Soon to be finished,

 this project, I pledged.


 The quilt was squared off,

the binding - pinned,Ode-to-Quilting-heat2

A chair selected, a beverage un-tinned;

how lovely to sew in the evening summer wind.


And then -

the breeze faded, the trees stopped blowing,

mosquitoes a-flight;

should I give up my sewing?

The temperature rose,

sweat fell down my cheeks,

I stitched nevermore

(well, at least three weeks).


 It sat on my chair,

forlorn and alone,

sulking and drooping,

like a teenager - sans phone.

 Days became weeks.  

The mercury soared.   

So sad to see my hexie quilt -                                        




I rallied.  

No quilt of mine, Ode-to-Quilting-Heat1

so close to completion,

would sit waiting and watching,

like Keat's urn (Grecian),

for the weather to cool,

the winds to blow,

the roof to be covered in

new-fallen snow.

I carried on, with thread and thimble,

stayed up way too late and watched

Jimmy Kimmel.


The heat is still high,

not a breeze to be found,

but my quilt is finished,

it's binding -

now bound.


Lo, my broken heart - to see summer ceasing,

Time on the beach rapidly decreasing.

But let's not forget that soon we'll be freezin'

and stitching is good for you, no matter the season.


Take care,





Sea Fever

Not a lot of quilting going on here, but there's lots going on outside.  The Long Island Sound at the end of July is all about shape, color and texture.  Inspiration is all around.  So many ideas, so little time!








I must go down to the seas again, for the call of the running tide

Is a wild call and a clear call that may not be denied;

And all I ask is a windy day with the white clouds flying,

And the flung spray and the blown spume, and the sea-gulls crying.

from Sea Fever by John Masefield

Happy Birthday Karma (and a Giveaway!)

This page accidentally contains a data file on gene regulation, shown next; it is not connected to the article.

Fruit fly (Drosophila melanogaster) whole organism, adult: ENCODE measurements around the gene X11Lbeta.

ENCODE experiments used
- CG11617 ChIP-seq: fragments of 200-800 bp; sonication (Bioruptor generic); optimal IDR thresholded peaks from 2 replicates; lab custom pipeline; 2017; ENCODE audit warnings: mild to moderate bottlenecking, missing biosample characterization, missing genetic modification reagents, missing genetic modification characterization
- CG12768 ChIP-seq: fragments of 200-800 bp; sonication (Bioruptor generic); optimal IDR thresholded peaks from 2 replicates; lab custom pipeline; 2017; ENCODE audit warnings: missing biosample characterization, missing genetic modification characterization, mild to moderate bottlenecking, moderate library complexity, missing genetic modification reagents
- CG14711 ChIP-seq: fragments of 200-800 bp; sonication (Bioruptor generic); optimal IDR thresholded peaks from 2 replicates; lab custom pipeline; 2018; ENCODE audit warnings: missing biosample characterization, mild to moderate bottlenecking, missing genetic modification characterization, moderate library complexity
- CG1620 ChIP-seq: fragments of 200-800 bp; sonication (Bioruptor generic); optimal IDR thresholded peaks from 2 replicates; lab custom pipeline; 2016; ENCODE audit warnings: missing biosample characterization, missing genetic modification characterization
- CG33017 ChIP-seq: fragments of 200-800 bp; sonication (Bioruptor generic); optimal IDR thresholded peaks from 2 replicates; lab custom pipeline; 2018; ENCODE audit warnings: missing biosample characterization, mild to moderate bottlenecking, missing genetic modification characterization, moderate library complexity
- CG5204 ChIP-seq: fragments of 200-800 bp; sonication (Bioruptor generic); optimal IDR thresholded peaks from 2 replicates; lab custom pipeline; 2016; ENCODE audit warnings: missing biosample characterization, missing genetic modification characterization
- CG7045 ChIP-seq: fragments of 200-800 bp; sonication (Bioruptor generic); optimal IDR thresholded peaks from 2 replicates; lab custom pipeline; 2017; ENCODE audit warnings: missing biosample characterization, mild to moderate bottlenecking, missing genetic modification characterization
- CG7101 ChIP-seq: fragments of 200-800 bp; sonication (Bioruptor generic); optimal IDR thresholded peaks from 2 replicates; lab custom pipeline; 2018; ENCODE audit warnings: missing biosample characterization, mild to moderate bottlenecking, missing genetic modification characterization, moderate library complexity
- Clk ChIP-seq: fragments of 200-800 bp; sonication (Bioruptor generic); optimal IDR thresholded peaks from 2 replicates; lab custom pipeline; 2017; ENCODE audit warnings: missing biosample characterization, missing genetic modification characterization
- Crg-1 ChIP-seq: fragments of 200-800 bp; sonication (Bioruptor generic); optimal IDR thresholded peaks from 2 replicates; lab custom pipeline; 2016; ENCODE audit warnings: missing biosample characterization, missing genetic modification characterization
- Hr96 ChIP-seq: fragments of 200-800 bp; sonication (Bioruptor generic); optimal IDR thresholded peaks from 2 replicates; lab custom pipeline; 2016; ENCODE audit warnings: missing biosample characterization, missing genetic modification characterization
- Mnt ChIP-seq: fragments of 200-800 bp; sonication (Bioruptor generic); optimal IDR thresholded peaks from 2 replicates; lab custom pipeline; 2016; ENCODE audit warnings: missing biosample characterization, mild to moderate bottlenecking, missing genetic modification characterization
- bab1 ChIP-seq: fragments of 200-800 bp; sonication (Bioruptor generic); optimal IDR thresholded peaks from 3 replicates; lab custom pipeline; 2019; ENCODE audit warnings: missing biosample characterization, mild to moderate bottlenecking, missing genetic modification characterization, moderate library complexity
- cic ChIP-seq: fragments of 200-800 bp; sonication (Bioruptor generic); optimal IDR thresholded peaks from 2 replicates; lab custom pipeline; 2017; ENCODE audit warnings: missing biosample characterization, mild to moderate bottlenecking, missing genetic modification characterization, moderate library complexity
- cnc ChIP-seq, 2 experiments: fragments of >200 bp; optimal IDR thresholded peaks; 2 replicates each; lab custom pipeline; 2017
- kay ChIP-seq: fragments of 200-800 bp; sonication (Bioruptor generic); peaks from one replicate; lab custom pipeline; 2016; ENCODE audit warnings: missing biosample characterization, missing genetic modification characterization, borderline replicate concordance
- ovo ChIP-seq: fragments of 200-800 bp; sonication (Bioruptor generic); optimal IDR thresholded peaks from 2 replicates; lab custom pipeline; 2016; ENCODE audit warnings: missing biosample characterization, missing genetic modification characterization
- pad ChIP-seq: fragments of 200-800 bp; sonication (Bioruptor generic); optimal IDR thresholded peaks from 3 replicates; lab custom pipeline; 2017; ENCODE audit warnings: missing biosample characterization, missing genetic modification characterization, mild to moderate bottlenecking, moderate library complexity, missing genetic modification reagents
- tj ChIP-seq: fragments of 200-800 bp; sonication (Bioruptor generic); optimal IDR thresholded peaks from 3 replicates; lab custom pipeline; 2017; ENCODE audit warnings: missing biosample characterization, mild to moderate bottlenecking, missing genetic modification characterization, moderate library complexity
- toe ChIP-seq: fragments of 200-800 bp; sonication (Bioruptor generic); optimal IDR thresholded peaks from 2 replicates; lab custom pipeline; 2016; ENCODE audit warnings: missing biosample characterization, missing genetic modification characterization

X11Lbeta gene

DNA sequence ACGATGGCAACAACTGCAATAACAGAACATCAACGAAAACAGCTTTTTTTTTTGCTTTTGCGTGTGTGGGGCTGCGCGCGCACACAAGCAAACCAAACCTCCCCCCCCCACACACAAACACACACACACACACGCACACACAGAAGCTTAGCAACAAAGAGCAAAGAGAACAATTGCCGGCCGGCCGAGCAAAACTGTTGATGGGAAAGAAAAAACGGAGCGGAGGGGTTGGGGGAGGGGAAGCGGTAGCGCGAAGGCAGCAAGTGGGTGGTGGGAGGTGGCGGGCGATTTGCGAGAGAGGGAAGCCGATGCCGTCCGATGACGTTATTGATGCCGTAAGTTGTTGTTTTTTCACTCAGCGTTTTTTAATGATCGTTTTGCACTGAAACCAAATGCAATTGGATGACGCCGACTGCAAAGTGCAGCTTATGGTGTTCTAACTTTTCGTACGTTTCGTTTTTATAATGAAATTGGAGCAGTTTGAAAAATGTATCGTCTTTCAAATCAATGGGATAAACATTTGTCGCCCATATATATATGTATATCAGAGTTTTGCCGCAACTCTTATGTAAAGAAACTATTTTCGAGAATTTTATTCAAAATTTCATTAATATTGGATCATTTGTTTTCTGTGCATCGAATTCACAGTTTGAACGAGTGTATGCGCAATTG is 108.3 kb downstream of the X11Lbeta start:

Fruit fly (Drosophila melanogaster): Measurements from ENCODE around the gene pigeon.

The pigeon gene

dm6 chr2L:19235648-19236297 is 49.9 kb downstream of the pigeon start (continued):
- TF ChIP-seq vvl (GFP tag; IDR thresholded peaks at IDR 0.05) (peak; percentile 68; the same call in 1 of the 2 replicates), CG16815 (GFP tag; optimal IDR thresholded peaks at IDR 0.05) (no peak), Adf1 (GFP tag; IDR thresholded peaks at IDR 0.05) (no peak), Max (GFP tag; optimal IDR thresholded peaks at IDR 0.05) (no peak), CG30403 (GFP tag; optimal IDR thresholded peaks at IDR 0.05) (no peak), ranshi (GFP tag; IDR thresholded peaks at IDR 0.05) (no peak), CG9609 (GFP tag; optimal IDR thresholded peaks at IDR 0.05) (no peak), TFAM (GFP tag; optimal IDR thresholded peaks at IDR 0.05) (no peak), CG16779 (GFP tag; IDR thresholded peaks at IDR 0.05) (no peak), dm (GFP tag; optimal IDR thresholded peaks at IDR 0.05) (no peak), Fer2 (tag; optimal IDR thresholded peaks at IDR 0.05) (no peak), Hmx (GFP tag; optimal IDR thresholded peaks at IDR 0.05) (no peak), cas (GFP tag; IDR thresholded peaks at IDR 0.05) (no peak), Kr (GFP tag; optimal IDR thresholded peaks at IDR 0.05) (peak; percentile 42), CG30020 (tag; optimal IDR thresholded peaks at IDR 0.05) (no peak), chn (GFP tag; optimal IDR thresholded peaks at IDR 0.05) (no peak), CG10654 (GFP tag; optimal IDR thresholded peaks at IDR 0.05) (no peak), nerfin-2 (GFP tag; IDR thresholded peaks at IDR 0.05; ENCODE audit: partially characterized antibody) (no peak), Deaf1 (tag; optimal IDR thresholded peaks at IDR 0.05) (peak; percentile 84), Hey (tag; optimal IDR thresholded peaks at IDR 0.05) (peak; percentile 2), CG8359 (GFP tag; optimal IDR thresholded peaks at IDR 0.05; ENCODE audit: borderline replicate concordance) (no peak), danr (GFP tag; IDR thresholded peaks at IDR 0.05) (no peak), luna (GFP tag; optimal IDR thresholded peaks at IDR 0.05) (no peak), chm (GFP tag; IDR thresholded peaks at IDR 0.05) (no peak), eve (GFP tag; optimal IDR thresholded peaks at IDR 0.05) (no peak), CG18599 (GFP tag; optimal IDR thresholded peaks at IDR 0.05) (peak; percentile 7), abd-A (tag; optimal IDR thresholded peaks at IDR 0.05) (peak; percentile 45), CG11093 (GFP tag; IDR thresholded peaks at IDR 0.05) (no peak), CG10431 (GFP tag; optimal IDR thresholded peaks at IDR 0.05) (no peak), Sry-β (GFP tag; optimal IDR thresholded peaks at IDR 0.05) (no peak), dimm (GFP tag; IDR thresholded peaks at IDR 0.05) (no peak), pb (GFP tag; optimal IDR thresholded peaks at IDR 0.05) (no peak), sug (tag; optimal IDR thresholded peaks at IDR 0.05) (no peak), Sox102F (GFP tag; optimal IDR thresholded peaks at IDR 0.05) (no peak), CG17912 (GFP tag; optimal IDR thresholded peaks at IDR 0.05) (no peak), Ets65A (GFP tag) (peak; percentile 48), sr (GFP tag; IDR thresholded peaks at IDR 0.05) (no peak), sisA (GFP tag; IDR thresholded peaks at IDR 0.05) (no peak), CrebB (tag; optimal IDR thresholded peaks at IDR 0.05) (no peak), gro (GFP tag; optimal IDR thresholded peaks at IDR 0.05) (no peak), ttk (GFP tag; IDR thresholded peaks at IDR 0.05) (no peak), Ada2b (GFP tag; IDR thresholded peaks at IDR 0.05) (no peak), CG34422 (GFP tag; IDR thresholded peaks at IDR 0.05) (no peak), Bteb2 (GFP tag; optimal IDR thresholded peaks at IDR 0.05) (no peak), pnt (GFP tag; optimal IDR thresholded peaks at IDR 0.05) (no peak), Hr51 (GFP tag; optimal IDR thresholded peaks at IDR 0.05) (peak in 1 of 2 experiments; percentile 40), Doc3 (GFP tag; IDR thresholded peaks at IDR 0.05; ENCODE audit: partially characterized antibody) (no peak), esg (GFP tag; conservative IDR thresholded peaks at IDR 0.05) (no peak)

July is a busy month for my family and quite a few of my friends.  We have 14 birthdays to celebrate and as of this morning, we have 15.  

    Piper, my great-niece (!), made her debut at 12:30 this morning.  She shares her birthday with her great uncle.  That's another thing we do a lot of here - share birth dates.  Piper arrived a little earlier than expected but honestly I can't blame her because July is the best month and I think she was eager to see it all.  Mother, father and child are doing beautifully, thank you, and resting comfortably - hence no pictures!

A babe in the house is a well-pring of pleasure, a messenger of peace and love,

a resting place for innocence on earth, a link between angels and men.  

Martin Farquar Tupper (born July 17, 1810)

    So on that happy note, I am happy to share some happy karma with you because my very own happy birthday is this week too!  Cue Pharrel Williams!

    If you read my post on the American Made Brand fabric giveaway from a few weeks ago, you know how happy I was to have found a fabric company that is producing fabric in the USA, from seed to bolt (actually, they found me which made me even happier).  Part 2 to all of this is AMB is offering this snappy little 13" x 15" bag, perfect for the beach, the market or the park (vegetables not included).  Here's your chance to win.  Just leave a comment about your kind of happy day and I'll pick the happy winner on Sunday, July 13th at 3 P.M. EST. 

A project you might want to store in your American Made Brand bag is your entry to the Celebrating Farm to Fabric Challenge.  In association with Quilts Inc., this will be a juried exhibition of quilts made exclusively from Clothworks American Made Brand cotton.  Think about his:  What does it mean to you, your family or your community to bring fabric production back to America to ue in your American made quilts?

The exhibit will premiere at the International Quilt Market and Festival, October 25 through November 2, 2014.

Registration opens June 15 to August 15, 2014 and notification is by September 5, 2014.  Accepted quilts arrive on Houston on October 1, 2014.